On one side, put all the troubles of mankind, and on another, put the mental and physical problems of women going through menopause. You'll never be able to balance it. When menopause occurs, the feminine personality urges many things and despises a lot of occurrences. Many women have felt their world crumble for at least 2-3 years as they move into their forties and begin feeling the first signs of menopause.
Even though menopause happens around 45-55, not all women have an easygoing menopause. For most, the menopausal effects start to show earlier in their forties when they begin getting periods unusually late. This stage is called the transitional age, where the uterus and hormones are preparing to shut down the menstrual cycle altogether. For some women, menopause is the last fight before they get rid of the monthly painful periods. Whereas for some, menopause is the horrible feeling of dying youth and not being able to have the same kind of affectionate intimacy with their partners.
Unfortunately, some women cannot experience either the good or the wrong side because of regular period cycles well into their mid-forties. This generally happens to women who have polycystic ovary syndrome (PCOS). PCOS and menopause have their roots in hormonal changes which is why PCOS tends to affect menopause. Here's what you need to know about managing menopause when you have PCOS-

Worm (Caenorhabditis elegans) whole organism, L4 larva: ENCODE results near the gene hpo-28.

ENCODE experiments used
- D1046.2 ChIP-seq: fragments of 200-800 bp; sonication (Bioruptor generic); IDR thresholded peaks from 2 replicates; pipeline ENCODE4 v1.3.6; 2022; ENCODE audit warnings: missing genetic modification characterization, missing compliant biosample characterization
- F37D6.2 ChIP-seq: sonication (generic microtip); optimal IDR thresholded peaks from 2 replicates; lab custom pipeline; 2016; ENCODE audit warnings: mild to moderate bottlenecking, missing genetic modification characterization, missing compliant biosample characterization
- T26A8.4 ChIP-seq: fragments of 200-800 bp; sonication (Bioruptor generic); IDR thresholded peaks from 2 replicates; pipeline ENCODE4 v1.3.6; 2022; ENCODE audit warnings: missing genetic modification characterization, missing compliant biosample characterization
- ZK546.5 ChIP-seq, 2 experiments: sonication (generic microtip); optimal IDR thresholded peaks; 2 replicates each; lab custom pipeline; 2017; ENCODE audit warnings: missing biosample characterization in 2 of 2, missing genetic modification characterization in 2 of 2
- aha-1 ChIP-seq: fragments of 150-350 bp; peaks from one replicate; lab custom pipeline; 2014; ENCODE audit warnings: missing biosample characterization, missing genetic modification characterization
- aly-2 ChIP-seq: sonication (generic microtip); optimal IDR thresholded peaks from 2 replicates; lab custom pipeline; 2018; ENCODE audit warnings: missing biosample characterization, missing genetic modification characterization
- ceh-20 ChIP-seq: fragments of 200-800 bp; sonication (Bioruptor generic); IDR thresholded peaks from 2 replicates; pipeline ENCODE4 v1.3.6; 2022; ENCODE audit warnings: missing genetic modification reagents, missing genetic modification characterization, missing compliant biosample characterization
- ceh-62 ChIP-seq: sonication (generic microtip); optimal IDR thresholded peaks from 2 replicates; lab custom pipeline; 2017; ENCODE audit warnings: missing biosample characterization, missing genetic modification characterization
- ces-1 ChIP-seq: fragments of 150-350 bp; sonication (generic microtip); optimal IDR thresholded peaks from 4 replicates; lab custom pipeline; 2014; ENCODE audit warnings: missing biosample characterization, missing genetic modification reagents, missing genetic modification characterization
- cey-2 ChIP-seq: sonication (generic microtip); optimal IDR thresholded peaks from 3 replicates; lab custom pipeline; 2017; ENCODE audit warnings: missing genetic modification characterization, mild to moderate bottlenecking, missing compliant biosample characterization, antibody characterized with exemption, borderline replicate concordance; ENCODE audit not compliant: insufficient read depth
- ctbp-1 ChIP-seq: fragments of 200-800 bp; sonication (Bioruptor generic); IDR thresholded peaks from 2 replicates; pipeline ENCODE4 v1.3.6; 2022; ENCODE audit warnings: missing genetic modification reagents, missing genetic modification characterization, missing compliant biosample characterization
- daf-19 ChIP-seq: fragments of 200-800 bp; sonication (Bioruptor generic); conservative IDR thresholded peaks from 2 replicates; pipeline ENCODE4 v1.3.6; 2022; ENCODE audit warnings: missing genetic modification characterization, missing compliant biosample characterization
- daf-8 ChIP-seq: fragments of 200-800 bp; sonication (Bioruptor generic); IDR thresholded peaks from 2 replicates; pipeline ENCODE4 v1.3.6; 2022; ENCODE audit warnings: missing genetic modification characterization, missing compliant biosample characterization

What is the role of hormones in PCOS?
In both PCOS and menopause, the primary influence is on changing the sex hormones in the body. While PCOS causes the male hormone testosterone to increase, menopause mostly causes the fluctuation of estrogen levels.
It isn't just reproduction that is hampered due to the hormonal changes caused by PCOS and menopause. Physical and psychological changes are also a part of changes in the hormones. Take the declining rates of estrogen, for example; it affects women's bone density. A common phenomenon in women crossing their mid-forties bone degeneration happens because estrogen is the hormone that works with the calcium in your blood to create more bone tissue. A decline in estrogen levels can, thus, cause osteoporosis which results in more loss of bone mass than is being made.
PCOS mostly causes an increase in the amount of testosterone created by the body, making it difficult for women to have a regular ovulation cycle. Due to the excessive amount of male hormone being produced by the body, women tend to get frequent and evident facial or body hair, male pattern hair loss, acne issues, and irregular periods which are often painful. Women with PCOS can also experience sudden weight gain and insulin resistance, resulting in diabetes. Whereas menopausal women may have physical issues like hot flashes, joint pains, mood swings, and vaginal dryness. However, sometimes women mistake the symptoms of PCOS for perimenopause which is the earlier stage of menopause.
How PCOS and perimenopause are different
Specific symptoms might be slightly similar in PCOS and menopause, but during your transition towards menopause, PCOS might not let you know. To understand when to be wary of PCOS affecting your menopause, let's know the stages of menopause-